Consultation: Ensuring Equitable Services for Students and Teachers

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Ensuring Equitable Services for Private & Religious Schools The rights of Private & Religious School Students and Teachers How to Effect the Process Through Timely and Meaningful Consultation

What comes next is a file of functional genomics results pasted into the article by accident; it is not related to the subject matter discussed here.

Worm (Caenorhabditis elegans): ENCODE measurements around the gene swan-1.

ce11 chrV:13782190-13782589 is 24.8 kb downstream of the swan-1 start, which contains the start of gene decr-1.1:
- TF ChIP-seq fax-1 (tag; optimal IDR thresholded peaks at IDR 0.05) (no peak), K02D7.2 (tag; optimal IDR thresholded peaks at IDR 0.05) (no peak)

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<ul><li> 1. Consultation: Ensuring Equitable Services or Students and Teachers Michelle Doyle 1 </li></ul> <p> 2. History of NCLB Elementary and Secondary Education Act of 1965, as amended (ESEA) Last reauthorized by Congress and signed into law January 2002 for 5 years Has been extended while Congress works on reauthorization 2 3. What is Equitable Participation? (1) assesses, addresses, and evaluates the needs and progress of public and private school students and educational personnel in the same manner; (2) provides, in the aggregate, approximately the same amount of services to students and educational personnel with similar needs; (3) spends an equal amount of funds to serve similar public and private school students and educational personnel; and (4) provides both groups of students and educational personnel equal opportunities to participate in program activities. 3 4. Title IEducation for the Disadvantaged 4 5. Determining Title I funding The LEA counts the number of public and private school students who qualify as low-income to determine a per pupil amount for allocating LEA funds 5 6. Determining Low Income Using the same measure as the LEA uses for public school students Using a survey of private school students based on the low income criteria of the district Applying the low income percentage in the public school to the private school Using an equated measure 6 7. Title I Funding (continued) Low-income private school students residing in a Title I attendance area generate Title I funds 7 8. How Are Funds Used? Title I funds are used to serve educationally needy students who reside in participating attendance areas The students receiving services may or may not be poor 8 9. Determining Educational Need Multiple, educationally-related measures Age appropriate Need not be the same measures as the public school uses for its students For example, K-2 determinants not the same as 3-6 or 7-8 or 9- 12 Report cards, test scores, classroom assessments, portfolio, teacher ratings, parent input 9 10. What Services Can Title I Offer? Remedial and enrichment activities in reading, math, and other basic subjects Counseling services English language acquisition services Teacher professional development Parent programs 10 11. When Can Title I Services to Students be Delivered? During school hours through a pull-out program Before or after school On weekends During the summer A combination of times Must be supplemental 11 12. Who Delivers Title I Services? A teacher hired by the LEA to deliver Title I services to private school students A third party provider contracted by the LEA to deliver Title I services to private school students 12 13. Title IIA: Teacher Quality 13 14. Title IIA (cont.) Purpose of Title IIA is to increase student achievement through improving teacher and principal quality Based on the needs of the students, provides training and professional development: In core subjects, For improving student behavior, and To integrate technology into the curriculum 14 15. Teacher Quality Equitably serves private school teachers and principals Provides high quality, sustained professional development in core subject areas Meets the needs of private school students through teacher and principal professional development 15 16. Determining P.D. Services Design of the PD program is determined through the consultation process It is not sufficient for the LEA to simply invite the private school teachers to participate in the LEAs PD program The program must be designed to meet the needs of the private school students 16 17. Professional Development Equitable portion of PD funds (not necessarily all Title IIA funds)Hold harmless 2001 PD funds from Eisenhower and Class-Size Reduction Current year PD through Title IIA Highest number: apply proportional share 17 18. Title IIIEnglish Language Learners 18 19. Purpose Provides funds for teaching English to limited English proficient (LEP) children and helping them to meet State standards. Funds must be used for increasing the English proficiency of LEP children by providing high-quality language instruction and high-quality professional development. 19 20. Who Receives Services? Services to LEP and/or immigrant children and youth enrolled in private elementary and secondary schools that are located within the area served by the LEA. Services to Teachers of LEP or immigrant children and youth or other educational personnel. 20 21. Title III Services Administration of English language proficiency (ELP) assessment for identification and/or for purpose of evaluation of effectiveness of services (test booklets, teacher training, stipends to teachers to administer assessments); Participation in district-sponsored professional development, or professional development organized specifically for the private school teachers; 21 22. Title III Services Tutoring for students after school hours; Participation of students in a weekend program; and Purchase of supplemental instructional materials and supplies. 22 23. Determining Title III Services Question: How does an LEA determine what Title III services are to be provided? Answer: An LEA, in consultation with appropriate private school officials, determines the appropriate Title III services based on the needs of the identified LEP private school students and their teachers or other educational personnel and the amount of funds available for such services, subject to the expenditure requirements under section 9501 of the ESEA. 23 24. Continued The Title III services provided by the LEA for private school LEP students should be designed to meet their educational needs and supplement the educational services provided by the private school. These services may be provided directly by the LEA or by a third party contractor who is independent of the private school and any religious organization. Title III services or benefits must be secular, neutral, and nonideological. 24 25. Consultation Process 25 26. What is Consultation? Consultation is the required, ongoing process of communication between private school officials and public school special education officials on a list of topics 26 27. Consultation Timely and meaningful Before decisions are made Funds available Plan future meetings 27 28. Initiation of Process LEA contacts private school officials located within its boundaries orfor Title IAwith students residing in the LEA and attending private schools Extend invitation and convene meeting: give enough notice for meaningful participation 28 29. Timing of Consultation Before decisions are made, such as ordering materials or hiring staff Includes consultation during the design, development, and implementation of program Early enough to allow for maximum participation of private school students and teachers by the start of the school year 29 30. Consultation Should Describe programs available and allowable activities Address the specific needs of private school students and teachers Provide opportunity for meaningful dialogue on program design 30 31. Consultation Topics How the childrens needs will be identified What services will be offered How, where, and by whom the services will be provided How the services will be assessed and how the results of the assessment will be used to improve those services Size and scope of equitable services and the amount of funds available for those services 31 32. Topics (cont.) How and when the LEA will make decisions about the delivery of services Including a thorough consideration and analysis of the views of the private school officials on the provision of contract services through potential third-party providers 32 33. Insufficient Consultation An offer of services without an opportunity for private school officials to express their views An offer to participate in the LEA program without regard for the needs of private school students and teachers 33 34. Continued Examples A unilateral offer of services, either at a meeting or by a letter A refusal to discuss the option of a third party provider Calling a consultation meeting without adequate notice for private school officials to attend 34 35. Safeguards Written explanation required of the LEA, giving analysis of the reasons they have for declining request for third party provider 35 36. Safeguards (cont.) Sign off (written assurance)Title I only Timely and meaningful Appropriate topics discussed Views of private school heard Reasonable expectation of equitable program Complaint procedure 36 37. Consultation--Transparency 37 38. Resources Guidance citations for Title I and Title IX: www.ed.gov/programs/titleiparta/psguidance.doc and http://www.ed.gov/policy/elsec/guid/equitableserguidanc e.doc U.S. Department of Educations Title I Toolkit: http://www.ed.gov/programs/titleiparta/ps/titleitoolkit.pd f Guidance for IDEA Services: http://idea.ed.gov 38 39. Additional Resources No Child Left Behind: Council for American Private Education (CAPE): www.capenet.org/pubs.html United States Conference of Catholic Bishops NCLB Toolkit: www.usccb.org/education/fedasst/nclb.shtml National Catholic Educational Association: www.ncea.org/public/NoChildLeftBehind.asp IDEA: National Catholic Educational Association: www.ncea.org/public/IDEASpecialEducation.asp United States Conference of Catholic Bishops: www.usccb.org/education/fedasst/idea.shtml General updates: www.ask-michelle.com 39 40. 40 Thank you!! Questions: email mdoyledc@gmail.com </p>